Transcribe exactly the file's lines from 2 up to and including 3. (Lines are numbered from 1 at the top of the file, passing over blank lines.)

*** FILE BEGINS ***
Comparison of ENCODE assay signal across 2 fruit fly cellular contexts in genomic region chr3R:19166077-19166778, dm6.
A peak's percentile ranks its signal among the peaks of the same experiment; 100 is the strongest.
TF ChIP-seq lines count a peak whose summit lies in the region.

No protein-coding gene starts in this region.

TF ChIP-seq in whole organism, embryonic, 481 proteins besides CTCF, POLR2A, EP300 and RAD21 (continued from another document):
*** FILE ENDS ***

A peak's percentile ranks its signal among the peaks of the same experiment; 100 is the strongest.
TF ChIP-seq lines count a peak whose summit lies in the region.